I also have to say that I'm troubled to find out that the board's outside counsel, Larry Sonsini, learned last April that the investigation included information from fraudulently obtained phone records.
Why didn't he immediately recommend putting the brakes on the investigation?
Did he ask any questions about the investigative methods employed by Ms. Dunn, Ms. Baskins or Mr. Hunsaker?
...And, again, pretexting is pretending to be somebody you're not to get something you probably shouldn't have to use in a way that's probably wrong.
By coincidence, just a week before Mr. Sonsini's e-mail, the Federal Bureau of Investigation testified before this same subcommittee about its position on the legality of procuring records through pretexting.
The FBI testified that there are compelling reasons to believe such operations violate federal law, including the Wire Act. In fact, over the next few days of hearings, we actually expect several individuals -- and several is actually; I should say numerous individuals -- to invoke their Fifth Amendment right against self- incrimination, which they are obviously entitled to do, and to decline to answer our questions about their involvement with pretexting for phone records.
It's funny to me that if you have to invoke your Fifth Amendment right, you're doing something that's legal. I'm still waiting for someone to describe a legitimate way, short of a subpoena issued by a judge or Congress, to obtain another person's phone records without their permission.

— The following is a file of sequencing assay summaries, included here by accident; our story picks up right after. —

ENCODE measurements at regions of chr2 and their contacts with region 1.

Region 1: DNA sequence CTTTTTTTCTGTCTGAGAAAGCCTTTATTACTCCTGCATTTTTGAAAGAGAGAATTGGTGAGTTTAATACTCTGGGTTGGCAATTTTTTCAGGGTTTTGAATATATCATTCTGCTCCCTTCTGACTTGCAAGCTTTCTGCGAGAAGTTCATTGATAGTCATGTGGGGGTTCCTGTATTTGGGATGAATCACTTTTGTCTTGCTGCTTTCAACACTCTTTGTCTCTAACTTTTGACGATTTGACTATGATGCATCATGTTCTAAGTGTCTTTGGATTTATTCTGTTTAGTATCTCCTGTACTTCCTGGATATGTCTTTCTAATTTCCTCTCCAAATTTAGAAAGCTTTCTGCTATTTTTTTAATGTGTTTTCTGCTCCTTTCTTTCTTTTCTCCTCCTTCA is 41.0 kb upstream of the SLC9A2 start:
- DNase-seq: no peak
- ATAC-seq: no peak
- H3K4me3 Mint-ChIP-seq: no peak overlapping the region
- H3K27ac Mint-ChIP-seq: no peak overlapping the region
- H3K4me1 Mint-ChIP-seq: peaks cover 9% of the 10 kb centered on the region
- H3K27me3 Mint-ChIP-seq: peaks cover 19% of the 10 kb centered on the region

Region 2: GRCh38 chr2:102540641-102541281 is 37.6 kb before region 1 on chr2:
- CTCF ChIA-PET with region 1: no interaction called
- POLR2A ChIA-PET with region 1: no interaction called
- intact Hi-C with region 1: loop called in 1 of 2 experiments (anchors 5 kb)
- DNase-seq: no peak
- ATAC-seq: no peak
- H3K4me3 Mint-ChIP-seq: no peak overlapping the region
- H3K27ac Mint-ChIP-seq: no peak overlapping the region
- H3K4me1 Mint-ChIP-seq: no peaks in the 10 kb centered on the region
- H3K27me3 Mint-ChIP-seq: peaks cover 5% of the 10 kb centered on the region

I'm happy to tell you that SFGate is reporting that some phone companies are now adopting stricter methods. And the pretexting bill that was on Gov. Arnold Schwarzenegger's desk was just signed. Also several Congresspersons in the article predict that the federal bill outlawing pretexting has a likelihood of being passed now. But what the article contributes is something I'd like to emphasize, testimony from the next day's hearing by reporter Christopher Byron of the New York Post, who became the target of pretexting and surveillance, he and his family, after he wrote an article critical of a Vancouver BC company named Imagis Technologies. His testimony addresses the why of it all, why it's wrong to do such things, and this is the part that no one at HP got right. They forgot that their targets were human beings and they lacked fellow feeling, empathy:
That was made clear by the experience of journalist Christopher Byron, who testified before Congress about his own battle with pretexters the day after the HP hearing.
The disastrous HP probe had involved the pretexting of nine journalists, to whom the Palo Alto company has apologized. Byron, who writes for the New York Post, said he went up against a more aggressive company.
"To discover that someone has spent weeks trying to obtain access to you and your family's most personal and private records and finally succeeded at it," he told the committee, "is like learning that a Peeping Tom has been spending weeks on end hovering at night outside your bedroom window, watching and videotaping everything that goes on inside."
That's what law is for. It's for those who have no heart or no conscience and who will do bad things if you leave it up to them. They'll do them if they think they'll be effective, no matter who gets hurt. They might even view the hurt as a plus. Humane, decent folks will likely do the right thing with or without a law, because they can feel for the other guy. They understand and empathize and won't do to others what they wouldn't like done to them. The Golden Rule, if you will. It is for the rest that societies need to establish laws, so it is clear to those without a working internal checks and balances ethics system where the acceptable line is.